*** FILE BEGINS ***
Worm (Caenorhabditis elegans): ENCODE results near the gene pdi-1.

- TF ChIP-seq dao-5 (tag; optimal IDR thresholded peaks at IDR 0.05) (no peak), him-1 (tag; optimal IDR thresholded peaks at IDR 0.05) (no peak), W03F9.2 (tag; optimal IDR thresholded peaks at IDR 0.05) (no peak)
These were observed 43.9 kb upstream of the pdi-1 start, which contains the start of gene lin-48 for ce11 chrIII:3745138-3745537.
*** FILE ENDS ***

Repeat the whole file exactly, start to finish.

Worm (Caenorhabditis elegans): ENCODE results near the gene pdi-1.

- TF ChIP-seq dao-5 (tag; optimal IDR thresholded peaks at IDR 0.05) (no peak), him-1 (tag; optimal IDR thresholded peaks at IDR 0.05) (no peak), W03F9.2 (tag; optimal IDR thresholded peaks at IDR 0.05) (no peak)
These were observed 43.9 kb upstream of the pdi-1 start, which contains the start of gene lin-48 for ce11 chrIII:3745138-3745537.